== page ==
A recent survey taken by Thomson Reuters revealed that jobless benefits claims are starting to fall – albeit slowly. The statistics mark the fourth straight week that claims have begun to fall, with economists determining the number to be around 440,000.
Regardless, jobless claims haven’t fallen as quickly as many economists would like. After dropping steadily last year from a peak of 651,000, they have fluctuated at around 450,000 in 2010; claims will need to fall below 425,000 to signal sustained job growth.
Economists are interested in watching the weekly claims for unemployment, particularly new ones, because it serves as a measure of the pace of layoffs and the willingness of companies to hire new workers.
Analysts reported that employers added 290,000 jobs in April, the largest gain in four years. Many are taking it as positive sign that companies are feeling more confident in the economic recovery to add new employees. However, as it is yet unknown, the jobless claims figures will offer more insight as to whether that trend will continue.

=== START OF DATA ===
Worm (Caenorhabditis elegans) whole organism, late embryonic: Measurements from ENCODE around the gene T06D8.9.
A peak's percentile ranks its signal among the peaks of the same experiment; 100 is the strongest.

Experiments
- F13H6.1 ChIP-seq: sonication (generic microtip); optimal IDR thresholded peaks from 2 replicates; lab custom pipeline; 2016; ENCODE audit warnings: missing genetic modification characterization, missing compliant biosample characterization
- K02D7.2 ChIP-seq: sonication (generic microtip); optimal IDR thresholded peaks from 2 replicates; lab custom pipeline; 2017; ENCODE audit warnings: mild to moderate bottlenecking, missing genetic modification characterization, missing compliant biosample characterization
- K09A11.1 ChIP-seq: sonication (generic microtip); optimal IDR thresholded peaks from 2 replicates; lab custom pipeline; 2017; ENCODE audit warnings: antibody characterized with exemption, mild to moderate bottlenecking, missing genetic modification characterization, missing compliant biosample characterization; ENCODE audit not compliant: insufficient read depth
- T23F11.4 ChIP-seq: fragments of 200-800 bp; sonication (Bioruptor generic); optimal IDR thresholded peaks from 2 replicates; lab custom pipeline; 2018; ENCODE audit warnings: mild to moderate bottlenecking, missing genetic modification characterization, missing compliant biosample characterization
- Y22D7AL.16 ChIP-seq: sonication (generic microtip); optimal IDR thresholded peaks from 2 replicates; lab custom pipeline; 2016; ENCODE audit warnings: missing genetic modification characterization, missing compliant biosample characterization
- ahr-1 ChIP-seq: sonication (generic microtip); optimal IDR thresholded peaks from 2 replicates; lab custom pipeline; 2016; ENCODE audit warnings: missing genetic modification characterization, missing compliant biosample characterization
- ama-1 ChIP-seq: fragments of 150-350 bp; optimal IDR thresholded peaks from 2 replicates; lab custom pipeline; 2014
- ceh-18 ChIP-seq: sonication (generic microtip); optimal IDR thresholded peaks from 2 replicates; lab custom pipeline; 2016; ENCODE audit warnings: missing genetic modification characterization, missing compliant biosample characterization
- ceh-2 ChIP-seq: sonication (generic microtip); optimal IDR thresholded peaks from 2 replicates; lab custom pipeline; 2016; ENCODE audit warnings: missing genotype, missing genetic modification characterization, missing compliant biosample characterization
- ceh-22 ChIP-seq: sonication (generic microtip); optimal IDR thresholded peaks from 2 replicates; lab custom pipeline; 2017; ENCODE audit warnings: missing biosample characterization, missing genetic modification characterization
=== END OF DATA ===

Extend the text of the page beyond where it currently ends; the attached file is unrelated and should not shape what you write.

Over the span of the recession, companies cut more than 8 million jobs; much more hiring is needed to compensate for the losses. The unemployment rate rose last month to 9.9 percent as the new jobs did not offset the more than 800,000 people that started the job searches, such as 2010 college graduates.
Overall, the economy expanded at a 3.2 percent pace in the January-to-March quarter, the third straight quarter of growth. As time passes and employers continue to add jobs and hire new employees, many hope that the job market will eventually return to normal.
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